“populations that we don’t want to have too many of”

Unbelievable. Read this horrible (and coldly murderous) quote from Justice Ginsburg in the NYT:

Q: Are you talking about the distances women have to travel because in parts of the country, abortion is essentially unavailable, because there are so few doctors and clinics that do the procedure? And also, the lack of Medicaid for abortions for poor women?

JUSTICE GINSBURG: Yes, the ruling about that surprised me. [Harris v. McRae — in 1980 the court upheld the Hyde Amendment, which forbids the use of Medicaid for abortions.] Frankly I had thought that at the time Roe was decided, there was concern about population growth and particularly growth in populations that we don’t want to have too many of. So that Roe was going to be then set up for Medicaid funding for abortion. Which some people felt would risk coercing women into having abortions when they didn’t really want them. But when the court decided McRae, the case came out the other way. And then I realized that my perception of it had been altogether wrong.

5 thoughts on ““populations that we don’t want to have too many of””

  1. It’s a tangled paragraph, but I don’t think she’s endorsing the sentiment. I think her statement can be rendered something like this:

    “At the time of Roe, some of us were concerned that support for Medicaid funding for abortions came from racist/classist beliefs. We opposed Medicaid funding at that time because we thought it would be coercive of racial minorities and the poor.

    “But when McRae came out, which permitted the national government to stop Medicaid funding for abortions, I realized that my original belief — that Medicaid funding for abortions was coercive, racist, and classist — was wrong.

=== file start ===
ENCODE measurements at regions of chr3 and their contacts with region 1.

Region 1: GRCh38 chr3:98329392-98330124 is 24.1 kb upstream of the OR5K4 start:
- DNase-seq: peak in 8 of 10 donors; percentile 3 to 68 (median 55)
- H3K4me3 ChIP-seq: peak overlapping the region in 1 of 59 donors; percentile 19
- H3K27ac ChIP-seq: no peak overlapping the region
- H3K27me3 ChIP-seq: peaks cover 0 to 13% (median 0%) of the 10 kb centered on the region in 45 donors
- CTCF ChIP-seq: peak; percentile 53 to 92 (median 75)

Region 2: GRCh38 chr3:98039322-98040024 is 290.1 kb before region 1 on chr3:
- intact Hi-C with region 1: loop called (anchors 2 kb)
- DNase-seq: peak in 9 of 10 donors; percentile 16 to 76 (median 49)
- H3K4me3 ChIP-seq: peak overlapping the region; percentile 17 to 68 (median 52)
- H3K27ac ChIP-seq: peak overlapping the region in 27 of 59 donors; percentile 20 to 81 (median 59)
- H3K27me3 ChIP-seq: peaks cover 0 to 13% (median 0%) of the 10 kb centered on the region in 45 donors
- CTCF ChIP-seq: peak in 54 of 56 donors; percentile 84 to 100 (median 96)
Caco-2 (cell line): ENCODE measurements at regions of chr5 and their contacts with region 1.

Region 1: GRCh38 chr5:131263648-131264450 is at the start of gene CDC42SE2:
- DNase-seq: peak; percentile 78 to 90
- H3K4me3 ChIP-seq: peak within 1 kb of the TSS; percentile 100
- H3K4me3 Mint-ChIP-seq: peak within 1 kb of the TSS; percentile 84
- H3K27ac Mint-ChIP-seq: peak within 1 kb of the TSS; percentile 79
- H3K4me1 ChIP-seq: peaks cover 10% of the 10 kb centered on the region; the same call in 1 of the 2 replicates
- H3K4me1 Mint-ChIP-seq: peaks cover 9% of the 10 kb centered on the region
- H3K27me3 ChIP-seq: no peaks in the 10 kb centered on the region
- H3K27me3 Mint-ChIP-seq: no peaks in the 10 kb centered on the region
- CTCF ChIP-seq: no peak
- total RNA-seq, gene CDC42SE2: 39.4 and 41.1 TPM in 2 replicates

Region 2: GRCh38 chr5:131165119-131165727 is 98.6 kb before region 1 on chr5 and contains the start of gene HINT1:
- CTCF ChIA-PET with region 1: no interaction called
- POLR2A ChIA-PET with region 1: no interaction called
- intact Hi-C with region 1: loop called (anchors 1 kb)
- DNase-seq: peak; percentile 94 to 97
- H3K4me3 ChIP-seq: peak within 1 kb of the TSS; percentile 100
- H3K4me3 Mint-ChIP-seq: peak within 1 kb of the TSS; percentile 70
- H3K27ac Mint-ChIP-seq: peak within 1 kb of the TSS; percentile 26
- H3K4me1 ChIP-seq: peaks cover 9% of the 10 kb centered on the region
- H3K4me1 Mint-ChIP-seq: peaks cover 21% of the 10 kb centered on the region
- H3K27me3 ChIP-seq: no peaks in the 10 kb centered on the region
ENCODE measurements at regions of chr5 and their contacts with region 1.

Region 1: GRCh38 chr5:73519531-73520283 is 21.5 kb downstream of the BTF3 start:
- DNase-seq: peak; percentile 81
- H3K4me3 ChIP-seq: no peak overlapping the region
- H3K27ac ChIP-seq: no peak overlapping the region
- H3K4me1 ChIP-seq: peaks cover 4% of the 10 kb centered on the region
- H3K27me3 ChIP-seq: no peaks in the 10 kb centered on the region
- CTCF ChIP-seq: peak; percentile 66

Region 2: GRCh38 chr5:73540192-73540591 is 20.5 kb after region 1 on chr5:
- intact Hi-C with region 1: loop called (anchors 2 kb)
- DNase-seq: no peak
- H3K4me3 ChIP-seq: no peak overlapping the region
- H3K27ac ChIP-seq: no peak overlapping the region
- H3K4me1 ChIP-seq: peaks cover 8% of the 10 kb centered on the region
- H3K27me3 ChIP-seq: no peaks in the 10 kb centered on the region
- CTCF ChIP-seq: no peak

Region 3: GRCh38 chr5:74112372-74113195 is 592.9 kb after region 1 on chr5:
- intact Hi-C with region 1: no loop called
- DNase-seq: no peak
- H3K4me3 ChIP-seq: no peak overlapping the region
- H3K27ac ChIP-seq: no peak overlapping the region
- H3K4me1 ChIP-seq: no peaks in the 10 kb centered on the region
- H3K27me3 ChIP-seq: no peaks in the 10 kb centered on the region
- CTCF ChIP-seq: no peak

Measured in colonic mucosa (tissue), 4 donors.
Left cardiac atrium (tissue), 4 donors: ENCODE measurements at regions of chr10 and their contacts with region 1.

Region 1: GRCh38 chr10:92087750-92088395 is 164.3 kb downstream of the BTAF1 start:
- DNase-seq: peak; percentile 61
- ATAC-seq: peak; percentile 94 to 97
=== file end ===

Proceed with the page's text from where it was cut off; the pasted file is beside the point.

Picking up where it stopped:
“I.e., it was actually a policy that helped the poor and minority groups rather than one that was coerceive, racist, and classist.”

    This is me again: I want to underscore that I’m endorsing none of Ginsberg’s argument, it’s just that I’m pretty sure she’s NOT saying that she believes, or ever believed, that government-funded abortions are/were a good thing because it would decrease the number of “undesireable” people.

  2. Joel, I’ve read this quote and some of the surrounding parts of the interview over and over and I also think that she was describing the eugenicist attitude without agreeing with it.

    My mom sent me this column with Jonah Goldberg’s response to it, which also discusses the eugenicist roots of Sanger:
    http://www.chicagotribune.com/news/opinion/chi-oped0716goldbergjul16,0,5801935.story

    Goldberg’s column raised a good question: why wasn’t there follow-up from the interviewer? Maybe the tone of her voice was obvious to the reporter, but somebody at the New York Times should have caught this. There’s another part where she uses sarcasm (“The poor little woman” doesn’t translate particularly well in print either).

    But even this interpretation doesn’t make her look a lot better: she obviously places choice for the woman as the primary value, so far above the life of the child that the child doesn’t enter the discussion in the time that they talk about abortion. And one can argue that whether or not someone supports the eugenics agenda, abortion on demand still accomplishes some of the goals of the agenda.

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